Summer is in full-swing and the upper reaches of the canyons in Grand Teton National Park are melting out and opening up opportunities to explore the high country. The extensive trail system in the park includes over 300 miles of well-maintained footpaths for hikers and horse users to access high alpine lakes and mountain passes. With so many options, we thought we would recommend a few popular hikes for anyone seeking to spend a long day, or multiple days, among the high peaks of the Tetons.
First on the list is a favorite of many visitors and is considered to be the classic Teton overnight….Cascade Canyon – Paintbrush Canyon loop. This eighteen-mile route brings you through multiple habitats including riparian areas, boulder fields, and alpine lakes. Dramatic views of the Cathedral Group and numerous waterfalls and cascades await. Crossing Paintbrush Divide, which separates the two canyons, often involves snow travel so experience using an ice axe and crampons may be necessary. Be sure to check-in with a park ranger for the most up-to-date conditions before starting your journey. This hike can be done in one long day or you can choose to camp in a designated camp zone in either canyon. All overnight camping in Grand Teton requires a backcountry permit, which can be purchased at any park visitor center or ranger station.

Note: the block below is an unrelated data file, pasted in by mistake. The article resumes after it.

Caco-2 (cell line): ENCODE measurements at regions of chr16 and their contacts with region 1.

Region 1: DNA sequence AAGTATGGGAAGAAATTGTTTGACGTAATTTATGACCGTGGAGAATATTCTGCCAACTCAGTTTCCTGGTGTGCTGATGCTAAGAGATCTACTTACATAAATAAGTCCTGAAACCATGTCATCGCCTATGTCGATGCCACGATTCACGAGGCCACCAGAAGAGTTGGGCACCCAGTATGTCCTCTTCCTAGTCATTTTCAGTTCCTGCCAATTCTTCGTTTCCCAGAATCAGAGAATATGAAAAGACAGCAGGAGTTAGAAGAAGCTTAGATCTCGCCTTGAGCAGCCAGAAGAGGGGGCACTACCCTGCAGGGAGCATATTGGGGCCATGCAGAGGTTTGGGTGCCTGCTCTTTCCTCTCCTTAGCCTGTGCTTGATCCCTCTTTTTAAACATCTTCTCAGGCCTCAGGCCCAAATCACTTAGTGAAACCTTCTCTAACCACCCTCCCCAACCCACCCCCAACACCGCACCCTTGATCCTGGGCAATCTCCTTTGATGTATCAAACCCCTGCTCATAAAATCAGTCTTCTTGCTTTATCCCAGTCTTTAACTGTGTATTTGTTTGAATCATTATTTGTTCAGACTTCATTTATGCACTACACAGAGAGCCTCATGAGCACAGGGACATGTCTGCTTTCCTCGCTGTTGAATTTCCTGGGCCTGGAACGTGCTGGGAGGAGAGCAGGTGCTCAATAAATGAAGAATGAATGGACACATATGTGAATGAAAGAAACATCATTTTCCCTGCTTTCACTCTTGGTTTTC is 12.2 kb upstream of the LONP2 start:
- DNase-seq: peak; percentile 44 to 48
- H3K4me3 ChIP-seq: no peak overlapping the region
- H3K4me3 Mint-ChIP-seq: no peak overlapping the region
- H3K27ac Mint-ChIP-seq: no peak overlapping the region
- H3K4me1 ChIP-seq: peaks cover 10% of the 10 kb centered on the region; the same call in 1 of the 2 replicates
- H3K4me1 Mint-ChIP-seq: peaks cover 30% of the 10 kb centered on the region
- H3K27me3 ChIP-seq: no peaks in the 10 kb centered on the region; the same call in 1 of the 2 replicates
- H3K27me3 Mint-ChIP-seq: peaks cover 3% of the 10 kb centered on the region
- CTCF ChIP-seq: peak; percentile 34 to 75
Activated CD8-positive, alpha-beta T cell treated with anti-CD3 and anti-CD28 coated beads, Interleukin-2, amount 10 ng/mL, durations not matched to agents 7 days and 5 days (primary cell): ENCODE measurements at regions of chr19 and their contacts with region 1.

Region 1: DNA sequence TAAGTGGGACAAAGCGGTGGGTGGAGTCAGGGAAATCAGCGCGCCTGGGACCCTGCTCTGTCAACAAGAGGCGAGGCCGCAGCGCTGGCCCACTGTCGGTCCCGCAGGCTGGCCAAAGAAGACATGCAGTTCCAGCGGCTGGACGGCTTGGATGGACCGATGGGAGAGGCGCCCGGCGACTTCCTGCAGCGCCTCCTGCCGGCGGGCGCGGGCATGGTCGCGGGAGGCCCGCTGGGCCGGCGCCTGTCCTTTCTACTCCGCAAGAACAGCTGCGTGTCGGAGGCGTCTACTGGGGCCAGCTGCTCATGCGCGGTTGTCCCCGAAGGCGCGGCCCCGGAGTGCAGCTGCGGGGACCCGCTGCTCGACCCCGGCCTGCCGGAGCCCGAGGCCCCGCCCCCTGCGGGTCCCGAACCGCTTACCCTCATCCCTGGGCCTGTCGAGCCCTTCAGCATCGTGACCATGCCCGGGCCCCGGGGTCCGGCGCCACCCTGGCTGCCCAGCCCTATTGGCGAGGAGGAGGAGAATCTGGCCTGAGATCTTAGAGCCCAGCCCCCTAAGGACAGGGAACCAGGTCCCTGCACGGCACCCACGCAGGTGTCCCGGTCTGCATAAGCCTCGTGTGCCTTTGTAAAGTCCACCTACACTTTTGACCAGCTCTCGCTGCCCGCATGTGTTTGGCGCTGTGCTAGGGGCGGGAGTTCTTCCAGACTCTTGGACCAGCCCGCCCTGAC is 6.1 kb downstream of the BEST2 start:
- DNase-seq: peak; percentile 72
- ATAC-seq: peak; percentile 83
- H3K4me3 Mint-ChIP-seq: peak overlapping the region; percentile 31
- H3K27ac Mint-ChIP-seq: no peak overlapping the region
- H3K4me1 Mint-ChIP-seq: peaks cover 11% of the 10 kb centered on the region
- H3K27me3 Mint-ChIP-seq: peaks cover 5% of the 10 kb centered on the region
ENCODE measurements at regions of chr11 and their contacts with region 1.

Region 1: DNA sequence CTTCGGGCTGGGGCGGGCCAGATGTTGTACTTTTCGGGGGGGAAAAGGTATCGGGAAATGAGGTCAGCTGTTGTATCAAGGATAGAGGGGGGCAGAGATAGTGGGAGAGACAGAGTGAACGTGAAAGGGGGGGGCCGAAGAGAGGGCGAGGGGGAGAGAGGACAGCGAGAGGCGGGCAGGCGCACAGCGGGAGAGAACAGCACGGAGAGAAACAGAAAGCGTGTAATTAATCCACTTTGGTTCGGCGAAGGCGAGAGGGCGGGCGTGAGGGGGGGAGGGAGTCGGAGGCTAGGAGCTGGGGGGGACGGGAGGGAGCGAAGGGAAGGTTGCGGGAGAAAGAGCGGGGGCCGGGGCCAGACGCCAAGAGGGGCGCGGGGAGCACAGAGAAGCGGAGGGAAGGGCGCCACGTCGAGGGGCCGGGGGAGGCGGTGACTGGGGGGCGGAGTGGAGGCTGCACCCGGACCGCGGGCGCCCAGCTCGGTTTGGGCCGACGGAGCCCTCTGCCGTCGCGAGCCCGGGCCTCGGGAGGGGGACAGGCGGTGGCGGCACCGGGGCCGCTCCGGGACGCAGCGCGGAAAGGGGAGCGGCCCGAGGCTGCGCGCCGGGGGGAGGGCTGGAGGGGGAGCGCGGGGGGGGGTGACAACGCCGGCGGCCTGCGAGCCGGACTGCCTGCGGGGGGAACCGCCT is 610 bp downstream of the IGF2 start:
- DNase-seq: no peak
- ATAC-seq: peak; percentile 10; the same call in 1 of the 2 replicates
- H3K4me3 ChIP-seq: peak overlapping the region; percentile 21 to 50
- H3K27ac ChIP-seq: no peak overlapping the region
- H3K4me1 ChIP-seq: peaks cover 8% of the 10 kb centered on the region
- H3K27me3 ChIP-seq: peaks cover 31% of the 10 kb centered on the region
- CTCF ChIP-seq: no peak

A second possibility is to go to Marion Lake at the head of Granite Canyon. This deep blue lake sits at 9,250 feet and welcomes hikers with a mixture of riparian and sub-alpine areas to explore. Given the remoteness of this lake, it is common for hikers to ride the Jackson Hole Mountain Resort aerial tram begin the hike. However, with the tram being currently closed for maintenance, it is likely that fewer people will be visiting the lake, so this could provide more solitude for the dedicated hikers coming from the Granite Canyon Trailhead. It is often the beginning of many backpackers’ trek along the iconic Teton Crest Trail, but can be easily turned into one long day or a single overnight in one of the forks of Granite Canyon. Mileage depends on your route, but be advised that the trail splits at roughly 8 miles in, near a park service patrol cabin.
One last option for the most ambitious Teton backcountry enthusiasts is the forty-five-mile-long Teton Crest Trail. Traversing ridge lines and high mountain meadows, the Crest Trail is a desired goal for thousands of hikers each year. Much of this trail was constructed in the early 1930s by the Civilian Conservation Corps and it remains largely intact. Running from Teton Pass to Paintbrush Canyon, this route promises continuous 360-degree views of the Teton Range, as well as impressive views of other nearby ranges such as the Gros Ventre, Absaroka, Wind River, and Wyoming ranges. If you are looking for an opportunity to live in the high country for a few days, the Teton Crest Trail is for you!
Always remember that weather and conditions in the mountains can and do change rapidly and you must be prepared for everything, no matter what time of year. Have a plan, be safe, and don’t forget your bear spray!